Winds of change

Ray Grabanski Special to the Farm Forum
Farm Forum

04/03/18 — The winds of change, O they are a blowin’! Lyrics from that song aptly apply to the grain market this spring. After a big break in March, all of a sudden we might have some bull market activity after all. And the two month rally from Jan. to early March might be just a prelude for what is to come yet this spring and summer. Just when everyone thinks the grain market is dead, it comes alive!

The first step was the acreage intentions report, which showed much smaller corn and soybean intended acreage than expected. It appears we actually lost 2-3 million acres to just idling, as farmers apparently are tired of losing money planting grains (in many areas, losses the past 4 years). HRS wheat acreage intended was up, but with lower prices and a horrific late spring, that might not occur, either. And HRW wheat crops are still in very bad shape, too, with only a month or two left to revive that crop.

After the big rally on report day last Thursday, and the day off Friday for Good Friday, grains started the day higher yesterday, but leaked those gains all day to close lower in corn and soybeans, a disappointing performance to say the least. But it did follow up a sharply higher day Thursday, so uptrends are still intact. The speed of the uptrend may have needed to slow down, as we haven’t even started planting yet in the Corn Belt so that pace of gain was unsustainable.

However, there are some serious issues yet to be addressed by the market besides acreage intended and stocks. You can intend all the acreage you want, but if you can’t get it planted due to a late planting season, things can change quickly. For example, we might intend to plant 12 million acres of HRS wheat, but if we don’t get into the fields until May 1, we are past the optimal planting date in South Dakota and southern Minnesota already. It is then prime corn planting time, and attention will quickly go to corn. If the corn planting season is slow as well, acres intended for corn will slide into soybeans starting around May 15-20. If we have continued cold/wet conditions this spring, there could be a significant amount of HRS wheat and corn acreage that will be switched to soybeans or another late season crop. We’ve also experienced seasons where up to 5 million or more intended acres are actually prevent planted due to inability to plant at normal times.

Bottom line: Corn acreage could drop 2-3 million acres or more, and HRS wheat could drop 1+ million acres or more. That is just acres. Then we have to start subtracting from ‘trend’ yields for late planting, and in corn that could be as much as 3-5 bu/acre and in HRS wheat 2-3 bushels/acre. Then once planting is done, with both acres and yield already subtracted from production estimates, then we trade the actual weather. A switch to warm/dry in July now can threaten a late planted crop much more with crop losses from heat/lack of rain. It’s much easier to reduce crop yield potential after mudding in a crop late, and then have it dry up and warm up in mid summer.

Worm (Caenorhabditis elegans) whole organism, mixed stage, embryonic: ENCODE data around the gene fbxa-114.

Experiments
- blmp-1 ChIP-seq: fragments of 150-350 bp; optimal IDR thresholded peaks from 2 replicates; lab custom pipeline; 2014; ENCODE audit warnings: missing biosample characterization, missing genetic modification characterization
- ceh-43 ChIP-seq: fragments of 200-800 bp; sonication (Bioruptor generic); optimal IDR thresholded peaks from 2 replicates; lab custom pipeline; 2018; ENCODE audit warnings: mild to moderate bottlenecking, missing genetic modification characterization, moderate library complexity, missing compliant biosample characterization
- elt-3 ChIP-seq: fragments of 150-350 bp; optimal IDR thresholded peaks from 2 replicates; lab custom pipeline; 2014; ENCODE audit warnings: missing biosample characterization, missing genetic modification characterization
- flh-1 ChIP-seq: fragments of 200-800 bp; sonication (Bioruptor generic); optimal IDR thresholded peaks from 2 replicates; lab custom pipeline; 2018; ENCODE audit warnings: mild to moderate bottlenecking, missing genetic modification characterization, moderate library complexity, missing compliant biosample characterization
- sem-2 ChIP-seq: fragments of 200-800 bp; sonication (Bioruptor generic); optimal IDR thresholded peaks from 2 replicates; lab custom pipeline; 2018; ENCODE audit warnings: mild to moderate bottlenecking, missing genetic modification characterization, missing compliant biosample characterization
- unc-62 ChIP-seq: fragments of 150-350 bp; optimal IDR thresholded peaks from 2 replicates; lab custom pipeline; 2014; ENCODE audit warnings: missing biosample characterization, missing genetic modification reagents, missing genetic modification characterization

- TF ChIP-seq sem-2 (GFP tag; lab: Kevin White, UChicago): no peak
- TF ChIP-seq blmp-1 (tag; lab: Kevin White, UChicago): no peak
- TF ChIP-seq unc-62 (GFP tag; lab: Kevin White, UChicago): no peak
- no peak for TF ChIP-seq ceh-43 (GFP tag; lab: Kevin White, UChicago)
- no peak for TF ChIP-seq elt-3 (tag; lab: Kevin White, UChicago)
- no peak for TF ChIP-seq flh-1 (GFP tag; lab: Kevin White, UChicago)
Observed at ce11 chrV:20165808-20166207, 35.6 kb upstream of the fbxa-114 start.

So this crop is already in peril, with the Corn Belt and HRS wheat belt an ice house on April 3, with most planters still frozen in the mud! Last year at this time, crops were being planted and fields were being worked and fertilizers were applied. It should be quite apparent now to farmers and traders that 2018 is not 2017. And yields will not be, either.

Crop conditions yesterday for winter wheat was better than last week, but still horrific.

So to be prudent, one has to start subtracting from yields of corn, HRW wheat, and HRS wheat. We also need to subtract harvested acreage of HRW, and planted acreage of HRS and corn. The question is not should be subtract potential production, but how much. The outlook has improved considerably for grains in the past few months, starting with the disaster in Argentina, and now the ice bowl Corn Belt as April begins (normal start of spring planting).

Weather is more of the same, cold/wet in the Corn Belt and HRS wheat areas the next 2 weeks, and warm in the southwest (including western HRW wheat areas). SAM weather is also similar, with cool/wet in Brazil and warm/relatively dry in Argentina. At harvest, it appears that yields in Argentina might be smaller than current estimates, but Brazil actually might be larger if they can get it harvested without large harvest losses.

We will likely lose HRS wheat acreage to late planting, but also the slide in prices of HRS wheat relative to everything else will also lower acreage. HRS wheat has gone to new lows this month, much cheaper than all winter and even March 1 when acreage intentions were announced. There is probably now an advantage to growing corn or soybeans (or another crop) instead of HRS due to price movements the past few months (higher for most grains, lower for HRS wheat).

At the lowest prices since last spring, and acreage likely to fall by the time the crop is actually planted, HRS wheat prices will finally start participating in the rally. Western HRS country is still not replenished for soil moisture, and threats can always emerge there. We have been a HRS wheat bear since last July, but that bear market is likely to end soon. Time to buy back HRS wheat.

Ray Grabanski can be reached at